Back to the Basics: Debunking Common Skincare Myths

Back to the Basics: Debunking Common Skincare Myths

Nowadays, if you have been anywhere on social media, you can’t deny the sheer popularity of self-love and in particular, skincare. Korean skincare has slowly grown from the early 2000s and built a positive reputation to the point where today that’s the first thing people think of when referring to skincare in general. This obviously means that the beauty industry and figures of influencing status (Instagram and YouTube stars) have hurried to be a part of the trend that’s here to stay. This has also led to an influx of information on the Internet, from reviews to advice. And while a lot of it is positive and helpful, there is also an equal amount of misinformation floating around. We have compiled a list of the top skincare myths to allow you to separate yourself from the hype and truly give your skin the proper love it needs.

Water is the Key to Solving All Problems

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I don’t have enough fingers to count the times I have seen people relate water consumption with good skin. Now don’t get me wrong, water is the key to many problems—bad skin however not being one of them. Which means that drinking eight glasses is recommended, since it removes toxins and encourages good digestion and healthy circulation; however, drinking MORE water is not going to automatically cure your skin issues. In the past, many people believed that since water was a source of hydration, obviously drinking a lot of water would lead to glowing, hydrated skin. However this is very wrong for many reasons; the main reason being that when we drink water, it goes through our intestines, into our kidneys and finally through our bloodstream to hydrate our cells, and the amount of water left after this is too little to provide any sort of hydration to our skin. The other concern is that skin moisture is usually determined by external factors rather than internal, which means that while having a regular intake of water is beneficial for your body to function, it isn’t the answer to your skin problems. What you can do instead is:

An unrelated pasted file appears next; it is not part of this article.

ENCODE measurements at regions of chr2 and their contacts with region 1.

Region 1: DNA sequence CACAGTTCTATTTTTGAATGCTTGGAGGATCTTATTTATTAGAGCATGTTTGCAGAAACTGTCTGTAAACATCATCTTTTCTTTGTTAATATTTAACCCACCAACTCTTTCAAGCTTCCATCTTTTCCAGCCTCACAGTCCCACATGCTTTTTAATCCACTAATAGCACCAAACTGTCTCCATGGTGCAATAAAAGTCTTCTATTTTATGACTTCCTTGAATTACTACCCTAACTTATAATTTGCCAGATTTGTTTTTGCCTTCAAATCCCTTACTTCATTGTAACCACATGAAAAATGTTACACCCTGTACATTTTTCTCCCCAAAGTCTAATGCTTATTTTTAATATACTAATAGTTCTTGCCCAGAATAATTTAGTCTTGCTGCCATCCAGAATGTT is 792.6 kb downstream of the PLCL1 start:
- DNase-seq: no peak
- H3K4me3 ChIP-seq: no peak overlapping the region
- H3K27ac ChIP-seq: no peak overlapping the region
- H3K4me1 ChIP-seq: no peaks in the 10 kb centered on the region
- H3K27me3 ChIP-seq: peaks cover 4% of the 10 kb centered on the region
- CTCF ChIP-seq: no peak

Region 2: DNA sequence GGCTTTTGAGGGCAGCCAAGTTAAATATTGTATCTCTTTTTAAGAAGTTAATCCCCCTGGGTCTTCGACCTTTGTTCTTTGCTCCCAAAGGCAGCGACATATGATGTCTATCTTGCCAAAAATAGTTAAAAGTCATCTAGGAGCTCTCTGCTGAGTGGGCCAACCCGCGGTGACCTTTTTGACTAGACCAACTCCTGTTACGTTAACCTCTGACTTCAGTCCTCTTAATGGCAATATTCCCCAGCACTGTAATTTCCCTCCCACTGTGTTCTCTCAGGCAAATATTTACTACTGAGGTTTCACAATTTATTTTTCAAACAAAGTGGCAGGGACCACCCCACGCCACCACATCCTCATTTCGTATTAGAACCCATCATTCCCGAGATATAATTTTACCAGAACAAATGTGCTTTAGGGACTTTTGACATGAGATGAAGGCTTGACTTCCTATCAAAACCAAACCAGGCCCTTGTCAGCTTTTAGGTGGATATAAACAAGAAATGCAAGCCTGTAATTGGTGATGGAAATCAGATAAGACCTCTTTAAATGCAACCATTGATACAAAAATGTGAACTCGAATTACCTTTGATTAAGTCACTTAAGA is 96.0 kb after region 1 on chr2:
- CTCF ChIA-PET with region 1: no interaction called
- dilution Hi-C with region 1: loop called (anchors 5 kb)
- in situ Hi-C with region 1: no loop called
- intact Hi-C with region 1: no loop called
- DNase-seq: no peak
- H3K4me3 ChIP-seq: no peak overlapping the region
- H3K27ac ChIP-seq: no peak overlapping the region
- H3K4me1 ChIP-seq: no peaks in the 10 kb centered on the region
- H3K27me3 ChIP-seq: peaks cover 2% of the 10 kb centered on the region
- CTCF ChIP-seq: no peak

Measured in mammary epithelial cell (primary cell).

• Invest in a proper face wash that doesn’t strip your skin of its moisture and natural oils.

  • Exfoliate. Exfoliation is the true hero we all need. Exfoliating your skin on a regular basis removes the outer layer of dead skin cells, which allows your skin to absorb products and well...breathe.

  • Look for moisturizers that contain ingredients like hyaluronic acid and shea butter. While the former draws the moisture from the second to the top most layer of your skin, the latter helps seal in all the moisture and protect the skin.

  • Eat well. A proper diet with a lot of healthy fats like salmon and olive oil will help your skin cells stay hydrated, while antioxidants like blueberries will help get rid of the negative toxins within your body.

Water Temperature as all You Need for Pore Control

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Now I’m not actually sure where this myth came from, but all I know is there isn’t much sense behind it. Pores aren’t as simple as doors to open and close with just a simple switch of water temperature. Pores always remain open, dilating depending on the amount of clogged dirt and sebum inside of them. However, heat generated from steam or a towel can soften this dirt inside, making it easier to unclog. It preps your skin and makes it easier to penetrate with treatments like masks and exfoliation. So while hot water might sound like the most comfortable answer to your problems, what it does instead is dry out your skin and cause it to produce oils to make up for the sudden lack of moisture. So hot water can end up aggravating the problem you’re trying to solve.